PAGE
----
When I came too, I felt a tube down my throat and a needle in my arm. The aliens were around me still but with something that resembled a bubble around their heads. One of them ran a device over me that emitted a fine green light. With a new wave of adrenaline, I began to flop my body again, this time with a little more control than before. I knocked a couple of them over, grabbed the tube and pulled it from my throat, gagging and throwing up again. I tried to raise myself from what was now a table instead of a stretcher but understood that I still wasn’t as up to speed as I thought and ended up crashing to the floor again. With no sense of direction, I began to claw the floor pulling myself forward, dragging something along behind me that was hooked to the needle in my arm.
As they raised me back onto the table, I began to sob hysterically, half in and half out of my mind. I remembered each of my babies’ births and I had images of their fright and sadness floating across my mind. Then came the image of my husband, Daniel; the day we first made love, the moment we kissed on our wedding day, the day he scooped me up and swung me around when I told him I was pregnant with Kinsey, only to put me down and apologize for being too excited, hoping he hadn’t hurt the baby. I wept until my nose was so clogged I couldn’t breath through it, all the while telling the beings that I needed to get home. That I had to get home. That I couldn’t leave my babies all alone.
I blacked out again with the sound of Daniel’s voice in my head; his last words over the communication channel to me. I love you. Be safe out there.
I came out of a groggy sleep little by little this time. My body was tied to the table, the room was pitch black. I thought I was dead at first. The darkness was my everlasting punishment for dying long before my children could sustain themselves. When I became fully aware that I wasn’t dead and was instead still in a nightmare, a single light flicked on to my right and one of the aliens stepped through a door holding a small black tool. It spoke into it with gibberish words that were almost inaudible. When it finished speaking, the device began talking to me.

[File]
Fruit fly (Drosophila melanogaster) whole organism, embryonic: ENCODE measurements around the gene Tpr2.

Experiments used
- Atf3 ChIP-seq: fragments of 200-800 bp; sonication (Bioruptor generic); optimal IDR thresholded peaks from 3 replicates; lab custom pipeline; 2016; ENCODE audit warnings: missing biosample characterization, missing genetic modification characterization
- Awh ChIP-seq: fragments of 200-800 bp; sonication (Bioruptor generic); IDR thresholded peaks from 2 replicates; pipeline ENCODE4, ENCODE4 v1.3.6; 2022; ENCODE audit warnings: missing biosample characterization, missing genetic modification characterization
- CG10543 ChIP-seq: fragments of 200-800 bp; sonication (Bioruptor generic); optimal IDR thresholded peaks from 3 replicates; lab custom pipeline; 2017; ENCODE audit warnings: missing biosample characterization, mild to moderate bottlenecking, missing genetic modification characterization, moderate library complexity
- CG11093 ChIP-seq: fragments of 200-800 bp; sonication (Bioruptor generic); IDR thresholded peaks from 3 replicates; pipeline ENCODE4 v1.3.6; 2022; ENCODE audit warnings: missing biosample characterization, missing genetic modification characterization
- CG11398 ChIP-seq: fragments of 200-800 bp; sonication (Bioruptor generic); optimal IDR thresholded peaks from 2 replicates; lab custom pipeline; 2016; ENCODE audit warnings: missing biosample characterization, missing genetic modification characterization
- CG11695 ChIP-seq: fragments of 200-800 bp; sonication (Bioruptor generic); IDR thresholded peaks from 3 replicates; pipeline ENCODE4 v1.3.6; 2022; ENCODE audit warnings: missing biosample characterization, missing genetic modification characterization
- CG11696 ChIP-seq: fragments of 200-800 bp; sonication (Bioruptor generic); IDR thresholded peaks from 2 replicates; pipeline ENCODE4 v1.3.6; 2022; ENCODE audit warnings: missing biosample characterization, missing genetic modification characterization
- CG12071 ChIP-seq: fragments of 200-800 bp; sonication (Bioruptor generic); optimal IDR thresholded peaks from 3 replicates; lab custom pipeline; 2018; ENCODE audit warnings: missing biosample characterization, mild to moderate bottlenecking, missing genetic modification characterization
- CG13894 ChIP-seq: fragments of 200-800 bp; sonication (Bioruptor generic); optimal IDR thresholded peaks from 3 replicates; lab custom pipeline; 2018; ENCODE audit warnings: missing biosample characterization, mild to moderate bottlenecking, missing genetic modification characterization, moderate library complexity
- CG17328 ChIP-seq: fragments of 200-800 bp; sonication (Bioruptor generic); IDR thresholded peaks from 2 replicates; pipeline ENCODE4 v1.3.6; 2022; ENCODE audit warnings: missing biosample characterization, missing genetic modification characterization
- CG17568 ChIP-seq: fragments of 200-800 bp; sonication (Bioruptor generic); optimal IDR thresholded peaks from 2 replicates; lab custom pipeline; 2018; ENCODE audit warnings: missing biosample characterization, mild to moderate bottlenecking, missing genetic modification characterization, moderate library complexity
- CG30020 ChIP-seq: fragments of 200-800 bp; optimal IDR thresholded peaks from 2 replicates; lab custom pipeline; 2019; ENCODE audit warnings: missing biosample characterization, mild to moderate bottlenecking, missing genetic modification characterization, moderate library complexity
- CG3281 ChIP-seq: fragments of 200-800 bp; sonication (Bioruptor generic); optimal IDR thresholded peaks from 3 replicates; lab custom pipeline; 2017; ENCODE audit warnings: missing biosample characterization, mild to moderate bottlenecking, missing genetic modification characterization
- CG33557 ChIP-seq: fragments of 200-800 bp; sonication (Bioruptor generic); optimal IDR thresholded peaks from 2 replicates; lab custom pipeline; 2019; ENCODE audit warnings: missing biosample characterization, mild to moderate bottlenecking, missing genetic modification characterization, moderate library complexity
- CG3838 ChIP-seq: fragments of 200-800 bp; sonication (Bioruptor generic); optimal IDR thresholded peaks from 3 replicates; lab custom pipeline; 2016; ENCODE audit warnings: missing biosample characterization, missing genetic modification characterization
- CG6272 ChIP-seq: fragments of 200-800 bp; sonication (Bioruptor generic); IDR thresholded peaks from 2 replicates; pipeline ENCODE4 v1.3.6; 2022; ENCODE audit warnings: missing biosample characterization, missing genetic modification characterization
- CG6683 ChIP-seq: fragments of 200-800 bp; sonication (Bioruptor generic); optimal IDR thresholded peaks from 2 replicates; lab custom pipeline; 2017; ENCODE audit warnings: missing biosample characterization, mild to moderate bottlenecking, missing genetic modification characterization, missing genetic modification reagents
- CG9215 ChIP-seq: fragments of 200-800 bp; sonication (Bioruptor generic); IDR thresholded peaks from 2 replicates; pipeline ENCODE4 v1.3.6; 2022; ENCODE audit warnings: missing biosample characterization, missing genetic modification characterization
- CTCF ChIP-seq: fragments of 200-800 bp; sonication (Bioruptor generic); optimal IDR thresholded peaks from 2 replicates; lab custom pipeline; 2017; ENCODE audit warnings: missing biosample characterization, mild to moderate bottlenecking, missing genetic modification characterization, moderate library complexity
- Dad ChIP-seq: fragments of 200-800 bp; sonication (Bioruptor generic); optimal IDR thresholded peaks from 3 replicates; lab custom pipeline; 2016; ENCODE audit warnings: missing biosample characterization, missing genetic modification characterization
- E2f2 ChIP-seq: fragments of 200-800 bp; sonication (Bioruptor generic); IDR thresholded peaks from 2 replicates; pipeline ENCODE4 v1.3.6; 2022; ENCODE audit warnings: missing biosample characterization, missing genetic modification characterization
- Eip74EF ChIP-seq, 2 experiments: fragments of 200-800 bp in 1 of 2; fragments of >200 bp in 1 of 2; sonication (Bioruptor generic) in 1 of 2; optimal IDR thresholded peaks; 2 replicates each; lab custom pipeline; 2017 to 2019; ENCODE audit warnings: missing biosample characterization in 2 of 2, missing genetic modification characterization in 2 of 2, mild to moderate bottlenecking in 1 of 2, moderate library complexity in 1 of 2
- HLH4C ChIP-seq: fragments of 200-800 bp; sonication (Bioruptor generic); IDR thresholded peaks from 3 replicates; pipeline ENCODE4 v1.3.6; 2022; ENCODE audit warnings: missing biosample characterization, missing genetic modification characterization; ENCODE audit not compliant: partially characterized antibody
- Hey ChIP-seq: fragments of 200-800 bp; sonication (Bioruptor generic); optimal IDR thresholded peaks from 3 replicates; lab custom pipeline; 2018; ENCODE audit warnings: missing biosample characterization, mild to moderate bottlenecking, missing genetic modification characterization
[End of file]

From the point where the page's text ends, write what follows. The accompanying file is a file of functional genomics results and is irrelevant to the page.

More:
“You vehicle had little fractures. Little rocks. You had injured. We fix you.”
It took me a moment to understand the translation. The voice from the device was a fixed monotone, neither male nor female.
My memory began to return. I remembered that as I waited in the escape pod, my thrusters completely burned out, that something, perhaps a micro meteor, had pierced the hull. I had tried to fix it but there were too many of them. After a few minutes, I noticed I was bleeding in at least five spots I could see. The micro meteors had not only fractured the hull but my skin. It was then, in that pure panic, that I’d seen the alien ship through the porthole.
I didn’t know what to say. Even if they had healed my wounds, what were they doing there in the first place? “I need to go home. To Earth. I need to get to my children.”
Again, it spoke into the translator. “I knew. You people sent us message. Ship had problem. Them not able to get you in time before air run out. Them beg us get you. You mate perished, you offspring need you.”
I could feel my tears coming back. “Yes.”
“Calm you now.”
As it stood there waiting for a response, I understood the statement to be a question. “Yes, I am calm.”
It approached, emitting a slight hum as it loosened my restraints.
“We at Earth. We at you are space station. Follow to air lock.”
I struggled to stand. The gravity on this ship was at least twice what I was used to. I felt incredibly heavy but forced myself to follow it, my legs threatening to cramp.
The corridors were highly illuminated, casting our shadows on gray walls and what looked like slick black stone tiles on the floor. We passed a couple of others of its kind who stopped and watched us with curiosity.
When it stopped, it waved a hand at nothing I could see and a section of the wall vanished, revealing the decompression chamber this side of the air lock. I could see a refreshing number of Human heads peeking curiously through the window from the space station. The alien gestured for me to get inside.
I started but ended up stopping in the middle of the doorway. “Why?” I asked it. “We’ve been trying to make contact with your species for years. Why this? Why now? Why save me?”
It paused, cocked its head to one side as if thinking about the answer. “We not see such… love before in Human.”
“Get to know us some more and we can show you more then love. We have compassion and sympathy, too.”
“Conflict is great majority. Lose conflict, we will greet Earth. Onward.” It was saying that Earth was riddled with conflict. When we could solve our own problems, then they would officially greet us.
It was gesturing to the chamber again, perhaps anxious to see me off. After all the trouble I’d caused, I was certain they were all ready to see me go. I stopped just inside and stared at its eyes. “Thank you,” I told it, managing a small smile. The journey which was supposed to take me months had been greatly shortened. My babies were so much closer now. I owed them my life.
It gave me a nod and the wall reappeared as if nothing had ever been there.